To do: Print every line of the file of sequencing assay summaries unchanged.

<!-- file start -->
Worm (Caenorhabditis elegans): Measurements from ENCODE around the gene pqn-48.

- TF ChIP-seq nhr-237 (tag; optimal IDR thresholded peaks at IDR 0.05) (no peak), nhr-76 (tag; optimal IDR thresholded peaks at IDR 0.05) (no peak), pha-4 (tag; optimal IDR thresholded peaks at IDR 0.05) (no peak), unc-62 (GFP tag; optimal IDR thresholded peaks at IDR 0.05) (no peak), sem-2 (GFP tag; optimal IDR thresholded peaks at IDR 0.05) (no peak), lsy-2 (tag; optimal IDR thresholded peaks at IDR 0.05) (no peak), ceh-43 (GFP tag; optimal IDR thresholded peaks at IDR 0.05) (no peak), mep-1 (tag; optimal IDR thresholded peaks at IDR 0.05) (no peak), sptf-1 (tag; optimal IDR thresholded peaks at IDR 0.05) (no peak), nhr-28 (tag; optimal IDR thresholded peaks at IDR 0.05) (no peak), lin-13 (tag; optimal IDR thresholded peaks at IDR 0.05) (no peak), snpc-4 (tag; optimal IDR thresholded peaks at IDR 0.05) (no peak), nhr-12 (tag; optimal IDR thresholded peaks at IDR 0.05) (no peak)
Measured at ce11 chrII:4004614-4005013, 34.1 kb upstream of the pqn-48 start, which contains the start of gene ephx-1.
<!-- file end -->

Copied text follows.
Worm (Caenorhabditis elegans): Measurements from ENCODE around the gene pqn-48.

- TF ChIP-seq nhr-237 (tag; optimal IDR thresholded peaks at IDR 0.05) (no peak), nhr-76 (tag; optimal IDR thresholded peaks at IDR 0.05) (no peak), pha-4 (tag; optimal IDR thresholded peaks at IDR 0.05) (no peak), unc-62 (GFP tag; optimal IDR thresholded peaks at IDR 0.05) (no peak), sem-2 (GFP tag; optimal IDR thresholded peaks at IDR 0.05) (no peak), lsy-2 (tag; optimal IDR thresholded peaks at IDR 0.05) (no peak), ceh-43 (GFP tag; optimal IDR thresholded peaks at IDR 0.05) (no peak), mep-1 (tag; optimal IDR thresholded peaks at IDR 0.05) (no peak), sptf-1 (tag; optimal IDR thresholded peaks at IDR 0.05) (no peak), nhr-28 (tag; optimal IDR thresholded peaks at IDR 0.05) (no peak), lin-13 (tag; optimal IDR thresholded peaks at IDR 0.05) (no peak), snpc-4 (tag; optimal IDR thresholded peaks at IDR 0.05) (no peak), nhr-12 (tag; optimal IDR thresholded peaks at IDR 0.05) (no peak)
Measured at ce11 chrII:4004614-4005013, 34.1 kb upstream of the pqn-48 start, which contains the start of gene ephx-1.